“Businesses were responding to labor shortages in a variety of ways, from raising pay to enhancing training to increasing their use of overtime and/or automation,” the Fed reported. “Upward wage pressures persisted but generally did not escalate.”
The Beige Book was prepared by the Federal Reserve Bank of Dallas based on information collected on or before April 9, 2018.
Reporting by Howard Schneider Editing by Paul Simao
DUBAI/LONDON (Reuters) – Top oil exporter Saudi Arabia would be happy to see crude rise to $80 or even $100 a barrel, three industry sources said, a sign Riyadh will seek no changes to an OPEC supply-cutting deal even though the agreement’s original target is within sight.
A man fixes a sign with OPEC’s logo next to its headquarter’s entrance before a meeting of OPEC oil ministers in Vienna, Austria, November 29, 2017. REUTERS/Heinz-Peter Bader
The Organization of the Petroleum Exporting Countries, Russia and several other producers began to reduce supply in January 2017 in an attempt to erase a glut. They have extended the pact until December 2018 and meet in June to review policy.
OPEC is closing in on the original target of the pact – reducing industrialized nations’ oil inventories to their five-year average. There is no indication yet, however, that Saudi Arabia or its allies want to wind down the supply cut.
Over the past year, Saudi Arabia has emerged as OPEC’s leading supporter of measures to boost prices, a change from its more moderate stance in earlier years. Iran, once a keen OPEC price hawk, now wants lower prices than Saudi Arabia.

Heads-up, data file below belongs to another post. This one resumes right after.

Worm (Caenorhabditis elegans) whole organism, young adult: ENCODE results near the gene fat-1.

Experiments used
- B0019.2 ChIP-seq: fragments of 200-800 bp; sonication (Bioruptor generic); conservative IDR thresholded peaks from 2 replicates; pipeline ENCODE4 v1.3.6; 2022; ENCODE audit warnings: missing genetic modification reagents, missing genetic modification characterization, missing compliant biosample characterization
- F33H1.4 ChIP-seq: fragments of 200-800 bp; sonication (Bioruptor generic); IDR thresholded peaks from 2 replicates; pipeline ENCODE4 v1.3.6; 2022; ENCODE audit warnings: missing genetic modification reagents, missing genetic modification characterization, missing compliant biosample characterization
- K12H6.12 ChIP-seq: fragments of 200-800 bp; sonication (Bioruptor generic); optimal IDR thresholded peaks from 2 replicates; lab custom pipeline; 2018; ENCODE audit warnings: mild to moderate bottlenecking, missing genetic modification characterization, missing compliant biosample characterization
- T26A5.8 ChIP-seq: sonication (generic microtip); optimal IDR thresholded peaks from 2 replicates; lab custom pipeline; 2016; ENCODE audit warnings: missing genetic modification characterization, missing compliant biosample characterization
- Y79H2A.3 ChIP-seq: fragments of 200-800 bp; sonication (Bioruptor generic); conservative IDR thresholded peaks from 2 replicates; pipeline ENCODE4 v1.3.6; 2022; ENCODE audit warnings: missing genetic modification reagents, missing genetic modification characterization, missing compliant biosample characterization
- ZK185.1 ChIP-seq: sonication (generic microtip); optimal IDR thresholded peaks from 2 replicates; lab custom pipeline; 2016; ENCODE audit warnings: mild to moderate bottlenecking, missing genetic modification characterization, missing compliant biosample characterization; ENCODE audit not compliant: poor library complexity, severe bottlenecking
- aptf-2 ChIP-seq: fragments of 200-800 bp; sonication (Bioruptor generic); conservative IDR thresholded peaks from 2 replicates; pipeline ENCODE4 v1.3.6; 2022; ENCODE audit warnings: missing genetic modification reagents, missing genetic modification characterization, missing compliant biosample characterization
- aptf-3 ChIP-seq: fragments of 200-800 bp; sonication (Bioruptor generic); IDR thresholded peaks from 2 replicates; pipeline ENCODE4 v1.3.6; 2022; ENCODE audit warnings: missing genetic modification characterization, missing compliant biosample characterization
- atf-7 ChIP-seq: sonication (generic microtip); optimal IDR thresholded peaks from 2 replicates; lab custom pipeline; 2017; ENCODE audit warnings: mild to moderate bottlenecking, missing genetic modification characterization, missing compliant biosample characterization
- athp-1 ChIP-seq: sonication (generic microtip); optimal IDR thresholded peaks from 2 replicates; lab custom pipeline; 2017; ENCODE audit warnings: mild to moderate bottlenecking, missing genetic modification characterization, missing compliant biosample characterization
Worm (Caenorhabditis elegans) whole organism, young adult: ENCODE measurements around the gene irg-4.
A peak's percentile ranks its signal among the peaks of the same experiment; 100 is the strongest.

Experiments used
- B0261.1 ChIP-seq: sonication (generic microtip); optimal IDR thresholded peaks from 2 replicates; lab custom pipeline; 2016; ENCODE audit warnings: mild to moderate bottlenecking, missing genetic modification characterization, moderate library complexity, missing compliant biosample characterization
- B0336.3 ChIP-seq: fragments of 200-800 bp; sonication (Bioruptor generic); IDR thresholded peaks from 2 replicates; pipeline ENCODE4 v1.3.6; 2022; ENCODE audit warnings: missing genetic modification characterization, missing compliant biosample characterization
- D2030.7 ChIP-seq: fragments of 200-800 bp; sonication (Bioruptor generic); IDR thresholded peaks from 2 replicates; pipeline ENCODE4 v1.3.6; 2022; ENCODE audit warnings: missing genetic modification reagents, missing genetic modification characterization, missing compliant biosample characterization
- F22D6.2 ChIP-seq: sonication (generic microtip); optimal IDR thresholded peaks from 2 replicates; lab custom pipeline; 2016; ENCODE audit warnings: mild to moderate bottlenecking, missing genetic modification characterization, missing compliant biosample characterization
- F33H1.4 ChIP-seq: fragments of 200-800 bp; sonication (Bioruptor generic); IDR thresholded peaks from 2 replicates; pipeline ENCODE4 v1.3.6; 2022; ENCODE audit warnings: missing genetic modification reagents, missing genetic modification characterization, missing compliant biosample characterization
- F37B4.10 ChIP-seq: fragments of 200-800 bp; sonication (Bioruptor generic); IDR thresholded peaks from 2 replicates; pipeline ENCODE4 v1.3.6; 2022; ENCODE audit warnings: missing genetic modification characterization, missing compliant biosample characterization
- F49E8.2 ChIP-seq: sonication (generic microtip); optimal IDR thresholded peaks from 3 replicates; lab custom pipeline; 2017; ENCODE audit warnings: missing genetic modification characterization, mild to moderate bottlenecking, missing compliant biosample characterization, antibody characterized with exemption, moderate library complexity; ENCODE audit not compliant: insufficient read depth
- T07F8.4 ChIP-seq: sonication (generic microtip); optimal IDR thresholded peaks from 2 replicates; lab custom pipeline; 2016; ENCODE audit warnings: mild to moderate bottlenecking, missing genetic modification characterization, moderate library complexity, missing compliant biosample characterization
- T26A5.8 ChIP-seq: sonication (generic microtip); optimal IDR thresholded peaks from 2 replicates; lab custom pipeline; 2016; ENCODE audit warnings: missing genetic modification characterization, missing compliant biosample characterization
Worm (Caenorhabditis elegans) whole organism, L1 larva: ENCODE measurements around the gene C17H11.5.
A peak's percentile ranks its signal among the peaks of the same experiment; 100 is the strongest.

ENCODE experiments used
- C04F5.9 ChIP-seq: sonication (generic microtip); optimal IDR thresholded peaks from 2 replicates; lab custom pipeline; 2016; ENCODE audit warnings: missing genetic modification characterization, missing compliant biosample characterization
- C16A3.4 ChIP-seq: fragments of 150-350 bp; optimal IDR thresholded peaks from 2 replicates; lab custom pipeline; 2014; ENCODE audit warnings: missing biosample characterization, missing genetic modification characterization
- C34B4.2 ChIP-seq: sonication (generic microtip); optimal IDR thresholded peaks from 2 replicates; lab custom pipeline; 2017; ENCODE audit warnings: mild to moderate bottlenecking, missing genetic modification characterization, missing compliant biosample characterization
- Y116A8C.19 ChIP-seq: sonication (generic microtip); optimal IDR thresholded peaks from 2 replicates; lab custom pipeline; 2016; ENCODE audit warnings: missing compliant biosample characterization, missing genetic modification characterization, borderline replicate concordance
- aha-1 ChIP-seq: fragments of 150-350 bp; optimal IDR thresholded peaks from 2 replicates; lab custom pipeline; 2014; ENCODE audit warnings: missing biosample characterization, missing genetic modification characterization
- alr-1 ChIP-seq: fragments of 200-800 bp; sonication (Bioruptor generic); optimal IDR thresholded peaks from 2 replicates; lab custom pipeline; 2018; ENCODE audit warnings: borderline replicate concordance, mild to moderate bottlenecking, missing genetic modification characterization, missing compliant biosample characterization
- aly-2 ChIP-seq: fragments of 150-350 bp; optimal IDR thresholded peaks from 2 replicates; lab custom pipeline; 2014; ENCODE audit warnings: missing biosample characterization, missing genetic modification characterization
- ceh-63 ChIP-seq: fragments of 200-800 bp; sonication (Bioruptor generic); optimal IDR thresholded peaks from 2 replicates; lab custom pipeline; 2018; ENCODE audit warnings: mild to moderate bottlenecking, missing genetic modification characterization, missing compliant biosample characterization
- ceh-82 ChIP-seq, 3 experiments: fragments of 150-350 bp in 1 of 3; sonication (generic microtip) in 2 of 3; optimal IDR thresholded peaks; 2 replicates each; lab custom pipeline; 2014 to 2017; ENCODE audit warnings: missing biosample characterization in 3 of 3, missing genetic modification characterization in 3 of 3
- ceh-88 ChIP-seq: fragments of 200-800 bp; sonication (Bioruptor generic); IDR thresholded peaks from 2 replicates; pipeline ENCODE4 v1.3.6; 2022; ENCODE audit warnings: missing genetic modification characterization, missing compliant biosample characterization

Industry sources have linked this shift in Saudi Arabia’s stance to its desire to support the valuation of state oil company Aramco ahead of the kingdom’s planned sale of a minority stake in an initial public offering.
The supply cut has helped boost oil prices this year to $73 a barrel, the highest since November 2014. Oil began a slide from above $100 – a price that Saudi Arabia endorsed in 2012 – in mid-2014, when growing supply from rival sources such as U.S. shale began to swamp the market.
But the kingdom wants the rally to go further. Two industry sources said a desired crude price of $80 or even $100 was circulated by senior Saudi officials in closed-door briefings in recent weeks.
“We have come full circle,” a separate high-level industry source said of the change in Saudi thinking. “I would not be surprised if Saudi Arabia wanted oil at $100 until this IPO is out of the way.”
Once the Aramco share sale is done, Riyadh would still want higher prices to help fund initiatives such as Vision 2030, an economic reform plan championed by Crown Prince Mohammed bin Salman.
“Saudi Arabia wants higher oil prices and yes, probably for the IPO, but it isn’t just that,” an OPEC source said.
“Look at the economic reforms and projects they want to do, and the war in Yemen. How are they going to pay for all that? They need higher prices.”
To be sure, OPEC and Saudi Arabia have no official price target and say the objective of the production cut is to balance supply and demand, and reduce the inventory glut.
But guidance on preferred price levels comes from officials speaking off the record, and from industry sources who have discussed the issue with Saudi officials.
“I personally think that now $70 is the floor for oil prices,” a second OPEC source said. “But OPEC is unlikely to make any changes in June, maybe by the end of the year. The market still needs support.”